Histadrut likely to announce general strike this week

By
February 8, 2011 17:44

Protest comes in light of a sharp price increase on basic goods such as fuel, bread and water.

1 minute read.



Worker filling a gasoline pump.

311_gasoline pumps. (photo credit: Associated Press)

The central committee of the Histadrut Labor Federation is likely to put its full weight behind a labor dispute on Thursday, allowing it to move ahead with plans to launch a full-on general strike within the next two weeks, a statement released by the organization detailed on Tuesday.

Its protest, which is echoed by the Manufacturers Association of Israel and the Union of Local Authorities (ULA), as well as the National Union of Israeli Students, come in light of a sharp price increase on basic goods such as fuel, bread and water. The labor action, which will include the private and public sectors, could paralyze the country and leave the government with no choice but to reduce prices.

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"The Histadrut will be operating on two levels - the private and the public sector. We will declare a labor dispute and there will also be protests in the public sphere," said Histadrut Chairman Ofer Eini, who plans to hold emergency meetings on Wednesday with both Shraga Brosh, head of the Manufacturers Association of Israel and ULA Chairman Shlomo Buhbut to decide on a further course of action.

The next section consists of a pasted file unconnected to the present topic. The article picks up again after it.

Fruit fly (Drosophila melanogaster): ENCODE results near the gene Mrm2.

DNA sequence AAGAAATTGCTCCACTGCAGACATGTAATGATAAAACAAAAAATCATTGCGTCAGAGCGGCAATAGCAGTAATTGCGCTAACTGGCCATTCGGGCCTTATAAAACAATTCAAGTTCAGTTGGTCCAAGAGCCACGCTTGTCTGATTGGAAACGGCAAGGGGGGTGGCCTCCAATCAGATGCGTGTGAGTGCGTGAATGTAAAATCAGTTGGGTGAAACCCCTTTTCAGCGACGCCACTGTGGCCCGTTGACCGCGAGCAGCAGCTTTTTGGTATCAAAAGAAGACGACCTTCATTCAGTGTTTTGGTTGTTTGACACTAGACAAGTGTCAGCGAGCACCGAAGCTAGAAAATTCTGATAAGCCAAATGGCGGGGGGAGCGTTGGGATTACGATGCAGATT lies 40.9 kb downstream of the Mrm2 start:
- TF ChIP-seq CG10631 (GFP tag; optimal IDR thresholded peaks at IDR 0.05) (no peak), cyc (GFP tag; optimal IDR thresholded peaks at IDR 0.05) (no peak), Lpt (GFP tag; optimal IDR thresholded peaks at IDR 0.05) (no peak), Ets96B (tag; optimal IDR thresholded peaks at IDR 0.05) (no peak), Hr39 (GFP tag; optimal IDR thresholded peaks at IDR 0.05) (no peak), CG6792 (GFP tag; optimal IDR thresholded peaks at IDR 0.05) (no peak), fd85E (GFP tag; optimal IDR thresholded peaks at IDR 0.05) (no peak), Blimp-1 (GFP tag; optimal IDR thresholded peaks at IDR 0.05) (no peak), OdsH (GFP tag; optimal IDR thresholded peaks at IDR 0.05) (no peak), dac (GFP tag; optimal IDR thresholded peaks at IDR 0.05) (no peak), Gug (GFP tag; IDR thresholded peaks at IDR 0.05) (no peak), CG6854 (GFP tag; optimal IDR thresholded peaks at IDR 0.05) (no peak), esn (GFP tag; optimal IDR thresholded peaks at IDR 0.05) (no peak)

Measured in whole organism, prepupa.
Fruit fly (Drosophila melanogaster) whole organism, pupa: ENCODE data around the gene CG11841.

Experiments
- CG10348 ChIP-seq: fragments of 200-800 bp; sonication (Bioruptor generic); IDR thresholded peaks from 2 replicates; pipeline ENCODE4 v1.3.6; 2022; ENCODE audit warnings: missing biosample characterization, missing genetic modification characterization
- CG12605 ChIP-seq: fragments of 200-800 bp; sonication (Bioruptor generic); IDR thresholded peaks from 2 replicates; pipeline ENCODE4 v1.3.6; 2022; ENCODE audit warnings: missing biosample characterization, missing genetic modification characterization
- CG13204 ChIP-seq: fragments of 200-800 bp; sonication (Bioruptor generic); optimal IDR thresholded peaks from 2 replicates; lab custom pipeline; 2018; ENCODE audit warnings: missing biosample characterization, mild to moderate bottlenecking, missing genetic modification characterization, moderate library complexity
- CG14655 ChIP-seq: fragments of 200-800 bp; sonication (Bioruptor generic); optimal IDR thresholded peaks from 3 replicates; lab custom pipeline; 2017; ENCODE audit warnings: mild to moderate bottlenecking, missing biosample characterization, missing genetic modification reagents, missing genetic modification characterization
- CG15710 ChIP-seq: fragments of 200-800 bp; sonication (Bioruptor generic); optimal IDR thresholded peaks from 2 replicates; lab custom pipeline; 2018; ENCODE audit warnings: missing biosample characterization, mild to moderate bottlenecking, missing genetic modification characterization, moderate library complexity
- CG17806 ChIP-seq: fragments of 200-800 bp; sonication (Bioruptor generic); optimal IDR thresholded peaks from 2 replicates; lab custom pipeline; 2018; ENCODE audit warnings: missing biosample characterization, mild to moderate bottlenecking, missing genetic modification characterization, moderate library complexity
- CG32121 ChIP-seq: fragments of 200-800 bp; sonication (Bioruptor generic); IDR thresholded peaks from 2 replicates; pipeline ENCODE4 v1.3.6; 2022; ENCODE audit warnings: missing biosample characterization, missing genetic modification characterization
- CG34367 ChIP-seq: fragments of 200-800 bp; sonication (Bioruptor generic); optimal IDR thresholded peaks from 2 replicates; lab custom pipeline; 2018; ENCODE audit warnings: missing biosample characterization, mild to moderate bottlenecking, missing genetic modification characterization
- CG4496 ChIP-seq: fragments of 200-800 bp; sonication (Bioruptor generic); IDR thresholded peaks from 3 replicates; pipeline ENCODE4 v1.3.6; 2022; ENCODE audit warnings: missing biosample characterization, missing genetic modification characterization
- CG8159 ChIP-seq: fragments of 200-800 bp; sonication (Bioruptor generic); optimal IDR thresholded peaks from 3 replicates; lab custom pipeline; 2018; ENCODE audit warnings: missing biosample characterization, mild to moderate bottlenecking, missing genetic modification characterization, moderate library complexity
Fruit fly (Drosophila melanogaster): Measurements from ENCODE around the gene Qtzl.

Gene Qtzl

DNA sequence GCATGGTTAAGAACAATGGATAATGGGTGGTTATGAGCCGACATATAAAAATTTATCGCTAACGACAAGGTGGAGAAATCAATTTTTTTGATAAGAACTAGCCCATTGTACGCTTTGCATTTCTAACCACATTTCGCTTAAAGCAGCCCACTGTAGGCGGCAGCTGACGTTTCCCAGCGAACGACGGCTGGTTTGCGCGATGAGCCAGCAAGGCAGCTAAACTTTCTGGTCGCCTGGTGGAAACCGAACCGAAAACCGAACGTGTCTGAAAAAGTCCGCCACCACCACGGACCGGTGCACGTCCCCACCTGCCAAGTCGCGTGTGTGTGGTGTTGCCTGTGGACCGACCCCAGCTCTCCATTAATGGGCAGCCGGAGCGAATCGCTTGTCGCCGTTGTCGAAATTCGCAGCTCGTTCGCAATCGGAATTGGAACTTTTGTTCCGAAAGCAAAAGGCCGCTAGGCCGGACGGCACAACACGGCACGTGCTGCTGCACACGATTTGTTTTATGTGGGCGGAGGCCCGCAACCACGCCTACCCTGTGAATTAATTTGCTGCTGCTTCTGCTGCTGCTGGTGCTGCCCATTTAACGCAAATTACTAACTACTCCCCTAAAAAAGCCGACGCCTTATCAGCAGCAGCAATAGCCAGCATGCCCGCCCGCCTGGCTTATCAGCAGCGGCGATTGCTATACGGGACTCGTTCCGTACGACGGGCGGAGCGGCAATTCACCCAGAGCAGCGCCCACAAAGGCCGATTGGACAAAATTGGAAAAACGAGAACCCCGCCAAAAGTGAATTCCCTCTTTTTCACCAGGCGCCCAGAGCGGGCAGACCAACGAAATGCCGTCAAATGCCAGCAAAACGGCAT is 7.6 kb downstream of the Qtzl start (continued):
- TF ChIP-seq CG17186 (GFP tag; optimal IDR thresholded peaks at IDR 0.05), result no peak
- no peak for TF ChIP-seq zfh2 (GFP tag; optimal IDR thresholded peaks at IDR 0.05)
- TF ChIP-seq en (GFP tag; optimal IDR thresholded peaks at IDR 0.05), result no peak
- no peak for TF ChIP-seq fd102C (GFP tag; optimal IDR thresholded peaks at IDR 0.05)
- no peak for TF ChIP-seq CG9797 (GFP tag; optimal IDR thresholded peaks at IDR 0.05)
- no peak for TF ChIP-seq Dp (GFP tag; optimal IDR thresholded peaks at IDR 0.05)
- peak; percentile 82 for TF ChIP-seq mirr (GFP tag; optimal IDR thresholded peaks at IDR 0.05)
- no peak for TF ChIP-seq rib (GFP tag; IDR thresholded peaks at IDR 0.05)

"I urge the Prime Minister to go back and find an easier way to solve this," added Eini, who described the united front between the three organizations as a historic move and who lauded the decision of the National Union of Israeli Students to join the struggle.

In a statement Tuesday, a National Union of Israeli Students official said the body would participate in Wednesday's discussions on appropriate action against price increases because of the hard feelings expressed by the public towards rising costs and especially due to the hardships faced particularly by the country's young people.

On Monday, the Bank of Israel announced that it expected a sharp increase in prices of property in Israel to be as high as 14 percent compared to two years ago. In addition, the cost of fuel has risen by roughly 13% in recent months, bread by 10% and water by up to 134%.


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